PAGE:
Sustainable Buildings Certification Programme

Location: Mexico City, Mexico

Population: 8,918,653 [capital area]

Climate: Subtropical Highland

Duration: 2009 – onwards

Sector: Buildings

Funding sources: Public Sector

City networks: C40

Savings: Electricity reduced by 20.1 million kWh and CO2e by 66,120 tonnes.

Solutions: Implementation of a Sustainable Buildings Certification Programme.

Multiple benefits: Energy and potable water savings impacts.

The Sustainable Buildings Certification Programme (SBCP), which grew out of Mexico City’s First Climate Action Programme, began operation in 2009 and it is a first and major step towards tackling this set of challenges in the building sector.

Objective – It aims to foster sustainable construction and building usage by awarding certifications that reflect various levels of sustainability performance.

Solutions – The SBCP offers the owners or tenants of commercial, residential and industrial buildings an opportunity to reduce and demonstrate the environmental impact of their properties across a broad range of categories (including energy, performance for water, mobility, solid waste, social and environmental responsibility and green roofs). Participation from owners and tenants is incentivised through tax reductions, reduced energy and water bills, access to project financing, expedited permitting procedures, and finally, prospects of increased rental yields from green premiums.

An overview of the certification process is as follows: 1) A building owner or tenant selects an implementing agent from a list of certified organisations. The implementing agent then files a building registration report with the Mexico City´s Ministry of the Environment. The agent or agents then conduct an audit of the building, evaluating performance from the six sustainability categories mentioned above. 2) After an initial evaluation, a diagnostic report is then lodged. Agents will identify for building owners or tenants opportunities to invest in building upgrades to gain a higher certification level. If adopted, building improvements are then carried out.

Once a building has obtained its final evaluation from auditors, an appropriate level of certification is determined and awarded by the Ministry of the Environment.

Funding – The SBCP offers fiscal and financial incentives to apply for it.

 Innovation – 1) Engagement of owners and tenants SBCP’s innovation lies in its flexibility. It allows certification for both building owners (i.e. the whole building) and tenants (i.e. leased portions of buildings). For commercial buildings, there is no need to obtain certification for a whole building and regarding multi-family buildings, the programme encourages owners to purse building-wide certification, inclusive of private living areas. 2) Holistic certification criteria. The creation of a custom-made sustainability certification scheme for buildings is an uncommon approach for a city government.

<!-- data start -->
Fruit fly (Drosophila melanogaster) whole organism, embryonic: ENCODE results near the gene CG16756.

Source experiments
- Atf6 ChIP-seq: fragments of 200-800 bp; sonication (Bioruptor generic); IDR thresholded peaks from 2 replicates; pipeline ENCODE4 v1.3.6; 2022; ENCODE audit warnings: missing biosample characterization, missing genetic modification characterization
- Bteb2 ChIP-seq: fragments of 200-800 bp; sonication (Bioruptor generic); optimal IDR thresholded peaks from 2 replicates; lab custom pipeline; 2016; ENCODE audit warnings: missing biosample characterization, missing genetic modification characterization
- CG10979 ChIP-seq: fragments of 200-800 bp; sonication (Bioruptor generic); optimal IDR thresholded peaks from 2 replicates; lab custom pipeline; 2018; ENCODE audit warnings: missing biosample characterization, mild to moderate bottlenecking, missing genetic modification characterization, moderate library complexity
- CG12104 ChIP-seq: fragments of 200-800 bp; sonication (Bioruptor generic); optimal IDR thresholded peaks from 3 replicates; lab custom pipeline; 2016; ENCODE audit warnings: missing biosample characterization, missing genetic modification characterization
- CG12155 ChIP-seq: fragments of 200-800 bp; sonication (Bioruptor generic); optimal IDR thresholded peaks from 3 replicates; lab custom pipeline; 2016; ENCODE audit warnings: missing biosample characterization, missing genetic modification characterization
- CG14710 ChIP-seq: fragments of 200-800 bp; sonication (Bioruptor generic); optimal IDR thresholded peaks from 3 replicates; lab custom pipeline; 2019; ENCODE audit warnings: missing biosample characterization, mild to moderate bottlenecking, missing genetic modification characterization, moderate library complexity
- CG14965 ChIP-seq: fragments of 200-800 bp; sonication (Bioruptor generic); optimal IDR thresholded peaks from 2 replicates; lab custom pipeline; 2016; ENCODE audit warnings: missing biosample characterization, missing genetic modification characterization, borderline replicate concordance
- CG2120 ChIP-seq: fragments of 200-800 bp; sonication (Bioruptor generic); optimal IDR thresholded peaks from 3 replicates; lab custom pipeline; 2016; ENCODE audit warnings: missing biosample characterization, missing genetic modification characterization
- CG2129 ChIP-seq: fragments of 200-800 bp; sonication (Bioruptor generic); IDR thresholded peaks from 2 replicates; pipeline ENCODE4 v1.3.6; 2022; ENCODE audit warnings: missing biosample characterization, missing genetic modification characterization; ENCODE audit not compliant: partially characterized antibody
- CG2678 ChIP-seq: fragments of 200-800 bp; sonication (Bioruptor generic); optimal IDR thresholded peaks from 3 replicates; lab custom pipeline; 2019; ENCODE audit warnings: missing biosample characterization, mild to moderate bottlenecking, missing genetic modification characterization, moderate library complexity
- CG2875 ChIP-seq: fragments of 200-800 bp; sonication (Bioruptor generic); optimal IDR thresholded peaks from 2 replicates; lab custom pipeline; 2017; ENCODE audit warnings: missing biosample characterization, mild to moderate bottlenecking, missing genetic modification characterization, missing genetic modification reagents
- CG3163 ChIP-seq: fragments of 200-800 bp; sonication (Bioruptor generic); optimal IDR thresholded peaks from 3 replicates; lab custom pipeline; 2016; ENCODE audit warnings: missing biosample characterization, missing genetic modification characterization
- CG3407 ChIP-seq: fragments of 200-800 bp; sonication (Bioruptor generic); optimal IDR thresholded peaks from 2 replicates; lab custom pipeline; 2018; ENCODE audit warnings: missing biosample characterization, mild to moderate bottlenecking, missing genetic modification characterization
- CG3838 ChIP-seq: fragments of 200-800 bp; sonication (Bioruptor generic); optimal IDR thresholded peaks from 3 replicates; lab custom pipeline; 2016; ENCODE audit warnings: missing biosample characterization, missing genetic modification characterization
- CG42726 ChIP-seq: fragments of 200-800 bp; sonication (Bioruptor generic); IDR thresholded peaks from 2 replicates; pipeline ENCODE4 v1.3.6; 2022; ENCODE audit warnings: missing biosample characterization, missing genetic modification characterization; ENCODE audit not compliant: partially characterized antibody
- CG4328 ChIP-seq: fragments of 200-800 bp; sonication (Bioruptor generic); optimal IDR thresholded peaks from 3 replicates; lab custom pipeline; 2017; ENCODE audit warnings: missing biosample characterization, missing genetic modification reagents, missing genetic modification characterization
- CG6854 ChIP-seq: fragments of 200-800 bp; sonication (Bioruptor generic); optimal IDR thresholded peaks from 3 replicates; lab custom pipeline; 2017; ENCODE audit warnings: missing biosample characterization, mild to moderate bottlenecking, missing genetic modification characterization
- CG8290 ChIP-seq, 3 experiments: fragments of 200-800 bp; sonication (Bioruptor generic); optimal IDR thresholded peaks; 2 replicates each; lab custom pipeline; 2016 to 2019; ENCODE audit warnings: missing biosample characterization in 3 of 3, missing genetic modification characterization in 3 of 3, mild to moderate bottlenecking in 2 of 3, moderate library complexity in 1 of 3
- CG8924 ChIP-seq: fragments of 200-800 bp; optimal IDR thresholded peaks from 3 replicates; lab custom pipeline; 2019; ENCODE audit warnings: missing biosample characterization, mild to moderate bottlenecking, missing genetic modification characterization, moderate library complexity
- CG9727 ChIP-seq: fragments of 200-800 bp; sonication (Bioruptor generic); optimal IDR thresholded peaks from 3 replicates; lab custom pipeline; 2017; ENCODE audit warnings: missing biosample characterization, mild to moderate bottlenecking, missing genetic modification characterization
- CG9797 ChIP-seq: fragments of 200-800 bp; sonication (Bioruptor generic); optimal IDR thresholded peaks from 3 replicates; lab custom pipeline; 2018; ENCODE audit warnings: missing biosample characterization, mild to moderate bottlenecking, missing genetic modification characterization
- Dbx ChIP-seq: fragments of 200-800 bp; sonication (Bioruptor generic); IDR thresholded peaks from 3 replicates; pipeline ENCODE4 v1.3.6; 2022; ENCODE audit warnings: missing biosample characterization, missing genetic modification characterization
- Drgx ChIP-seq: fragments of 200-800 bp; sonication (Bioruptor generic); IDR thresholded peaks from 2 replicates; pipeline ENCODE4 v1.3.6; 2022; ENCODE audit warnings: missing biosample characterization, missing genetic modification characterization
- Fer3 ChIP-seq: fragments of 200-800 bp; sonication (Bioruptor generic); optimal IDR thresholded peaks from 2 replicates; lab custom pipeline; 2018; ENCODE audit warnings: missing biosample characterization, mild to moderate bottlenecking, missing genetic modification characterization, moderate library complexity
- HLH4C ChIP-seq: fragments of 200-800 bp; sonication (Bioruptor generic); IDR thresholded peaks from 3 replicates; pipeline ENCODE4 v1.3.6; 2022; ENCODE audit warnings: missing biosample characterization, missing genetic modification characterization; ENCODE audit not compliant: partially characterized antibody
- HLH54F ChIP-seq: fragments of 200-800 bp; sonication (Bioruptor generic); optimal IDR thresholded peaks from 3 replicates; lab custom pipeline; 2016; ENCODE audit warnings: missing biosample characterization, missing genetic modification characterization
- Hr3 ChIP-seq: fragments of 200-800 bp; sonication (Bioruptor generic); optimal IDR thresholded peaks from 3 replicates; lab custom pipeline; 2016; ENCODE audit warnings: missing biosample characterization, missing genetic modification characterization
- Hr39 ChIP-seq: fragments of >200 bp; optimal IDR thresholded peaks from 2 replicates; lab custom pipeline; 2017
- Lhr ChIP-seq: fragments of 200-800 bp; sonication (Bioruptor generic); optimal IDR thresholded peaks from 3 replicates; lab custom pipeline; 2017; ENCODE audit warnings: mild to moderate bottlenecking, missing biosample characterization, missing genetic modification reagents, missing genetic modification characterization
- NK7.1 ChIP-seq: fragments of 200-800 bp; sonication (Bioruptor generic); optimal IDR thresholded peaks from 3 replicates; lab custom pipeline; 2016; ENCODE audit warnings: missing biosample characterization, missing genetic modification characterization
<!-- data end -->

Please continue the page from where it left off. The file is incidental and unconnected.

Success factors – 1) Ability to foster retrofitting and improved building design. 2) A holistic approach to building sustainability. Giving buildings different options for accumulating points allows the programme to attract more participants, and thereby contributes to greater impacts. 3) Explicit and attractive incentives. SBCP is an incentive-driven initiative where clear fiscal and financial incentives from Mexico City are driving programme uptake. 4) Standardisation. The programme ensures that auditors maintain similar standards and work ethics by mandating trained and certification through Mexico City´s Ministry of the Environment.

Significant outcomes:

  • By 2015, 40 buildings certified achieved a total reduction of 20.1 million kWh of electricity and 66,120 tonnes of CO2e (2009 base year).
  • By 2015, the 40 certified buildings also achieved a savings of 205,690 m3 of potable water.

Synergies with local policies:

Political alignment:

  • The Energy Transition Law promotes the generation of clean power including a minimum share of clean energies in power generation of 25 % by 2018, 30 % by 2021 and by 35 % by 2024 [source].
  • The Transition Strategy to Promote the Use of Cleaner Technologies and Fuels fosters the reduction of polluting emissions caused by the electrical industry and it sets a 35.1% target of total electricity generation by 2024; 39.9% by 2033; and in 2050, a 50% of total electricity generation.
  • General Law on Climate Change establishes the basis for the creation of institutions, legal frameworks and financing to move towards a low carbon economy [source]. The new update on the Law establishes the bases for Mexico to contribute to compliance with the Paris Agreement and the adoption of the Nationally Determined Contributions (NDC) [source].
  • National Energy Strategy represents the opportunity to achieve the necessary consensus among the different sectors and actors to determine what the objectives are as a country in the energy field and the policies needed to achieve them.


SBCP was designed as part of Mexico City’s first Climate Action Programme.

Although SBCP has continually operated independently of the Climate Action Programme, it can be thought of as promoting the voluntary climate leadership portion of city climate goals. The SBCP’s sustainability criteria are also designed to align with current national construction and energy efficiency standards, as well as environmental impact assessment requirements for new construction. Therefore, it can serve as a basis for future national/international SBCP.

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Sector: Buildings

Country / Region: Mexico

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In 1 user collection: Good practices of cities

Knowledge Object: User generated Initiative

Published by: Urban Efficiency II: Seven Innovative City Programmes for Existing Building Energy Efficiency